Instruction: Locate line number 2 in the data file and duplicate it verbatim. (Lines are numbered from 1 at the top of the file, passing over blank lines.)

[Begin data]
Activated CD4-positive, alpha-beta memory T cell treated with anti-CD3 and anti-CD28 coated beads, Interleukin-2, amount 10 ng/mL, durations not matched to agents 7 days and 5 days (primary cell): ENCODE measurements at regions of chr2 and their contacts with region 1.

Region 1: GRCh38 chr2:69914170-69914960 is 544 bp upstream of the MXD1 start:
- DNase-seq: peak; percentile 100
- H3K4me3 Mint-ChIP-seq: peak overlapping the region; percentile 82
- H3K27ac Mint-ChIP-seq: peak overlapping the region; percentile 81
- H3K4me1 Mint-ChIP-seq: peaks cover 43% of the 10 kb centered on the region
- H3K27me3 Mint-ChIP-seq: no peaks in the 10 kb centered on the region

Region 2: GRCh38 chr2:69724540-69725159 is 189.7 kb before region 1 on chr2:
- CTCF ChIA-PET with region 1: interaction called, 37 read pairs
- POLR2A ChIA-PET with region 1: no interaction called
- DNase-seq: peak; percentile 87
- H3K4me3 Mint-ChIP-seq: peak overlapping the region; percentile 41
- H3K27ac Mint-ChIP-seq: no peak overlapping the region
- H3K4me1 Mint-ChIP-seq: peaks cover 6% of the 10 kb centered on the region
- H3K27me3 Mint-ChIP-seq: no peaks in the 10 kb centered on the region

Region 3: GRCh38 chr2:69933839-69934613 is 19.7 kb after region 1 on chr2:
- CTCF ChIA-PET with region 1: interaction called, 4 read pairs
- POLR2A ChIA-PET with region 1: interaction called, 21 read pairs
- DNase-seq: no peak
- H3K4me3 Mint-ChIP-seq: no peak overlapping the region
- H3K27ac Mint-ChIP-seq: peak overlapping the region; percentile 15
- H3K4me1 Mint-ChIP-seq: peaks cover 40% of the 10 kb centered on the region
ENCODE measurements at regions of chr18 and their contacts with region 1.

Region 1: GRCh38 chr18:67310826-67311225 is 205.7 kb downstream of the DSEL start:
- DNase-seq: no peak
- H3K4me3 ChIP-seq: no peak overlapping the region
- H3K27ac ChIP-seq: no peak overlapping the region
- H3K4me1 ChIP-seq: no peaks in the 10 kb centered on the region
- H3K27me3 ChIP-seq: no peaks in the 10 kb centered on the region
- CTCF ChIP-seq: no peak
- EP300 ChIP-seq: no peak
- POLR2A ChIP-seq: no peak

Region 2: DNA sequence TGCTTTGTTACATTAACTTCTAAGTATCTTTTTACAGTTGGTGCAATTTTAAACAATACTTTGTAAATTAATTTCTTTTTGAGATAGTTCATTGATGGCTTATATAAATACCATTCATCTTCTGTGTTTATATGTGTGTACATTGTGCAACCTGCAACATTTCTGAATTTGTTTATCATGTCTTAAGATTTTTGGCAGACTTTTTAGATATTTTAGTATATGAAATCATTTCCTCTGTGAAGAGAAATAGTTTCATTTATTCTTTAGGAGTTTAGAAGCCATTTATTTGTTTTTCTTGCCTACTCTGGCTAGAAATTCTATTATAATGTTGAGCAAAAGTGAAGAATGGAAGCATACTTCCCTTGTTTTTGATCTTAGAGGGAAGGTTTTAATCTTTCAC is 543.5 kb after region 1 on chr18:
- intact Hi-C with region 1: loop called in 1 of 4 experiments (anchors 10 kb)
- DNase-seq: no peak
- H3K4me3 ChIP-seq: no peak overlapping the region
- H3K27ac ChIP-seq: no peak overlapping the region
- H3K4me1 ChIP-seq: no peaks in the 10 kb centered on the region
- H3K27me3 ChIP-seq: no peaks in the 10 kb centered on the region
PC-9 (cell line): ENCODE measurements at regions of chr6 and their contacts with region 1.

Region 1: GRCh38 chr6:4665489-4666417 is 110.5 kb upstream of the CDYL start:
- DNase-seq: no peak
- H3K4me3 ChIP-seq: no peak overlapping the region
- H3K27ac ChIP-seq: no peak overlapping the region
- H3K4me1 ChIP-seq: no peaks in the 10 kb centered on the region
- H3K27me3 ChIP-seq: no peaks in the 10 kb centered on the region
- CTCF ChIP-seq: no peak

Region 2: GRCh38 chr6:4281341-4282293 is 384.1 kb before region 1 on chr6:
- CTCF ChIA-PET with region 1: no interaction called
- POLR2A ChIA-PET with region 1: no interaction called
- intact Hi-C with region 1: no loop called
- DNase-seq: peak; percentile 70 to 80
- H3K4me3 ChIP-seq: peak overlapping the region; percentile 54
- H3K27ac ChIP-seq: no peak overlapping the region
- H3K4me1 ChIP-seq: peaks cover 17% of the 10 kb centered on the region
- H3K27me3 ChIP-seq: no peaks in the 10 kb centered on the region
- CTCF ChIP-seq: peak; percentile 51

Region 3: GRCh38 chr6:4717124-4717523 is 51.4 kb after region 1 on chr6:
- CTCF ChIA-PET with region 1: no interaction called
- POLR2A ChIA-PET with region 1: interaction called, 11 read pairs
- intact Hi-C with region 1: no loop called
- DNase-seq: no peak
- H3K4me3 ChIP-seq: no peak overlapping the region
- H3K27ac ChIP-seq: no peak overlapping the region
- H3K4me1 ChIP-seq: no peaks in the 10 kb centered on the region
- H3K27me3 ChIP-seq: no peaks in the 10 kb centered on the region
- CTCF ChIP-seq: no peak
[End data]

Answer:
Region 1: GRCh38 chr2:69914170-69914960 is 544 bp upstream of the MXD1 start: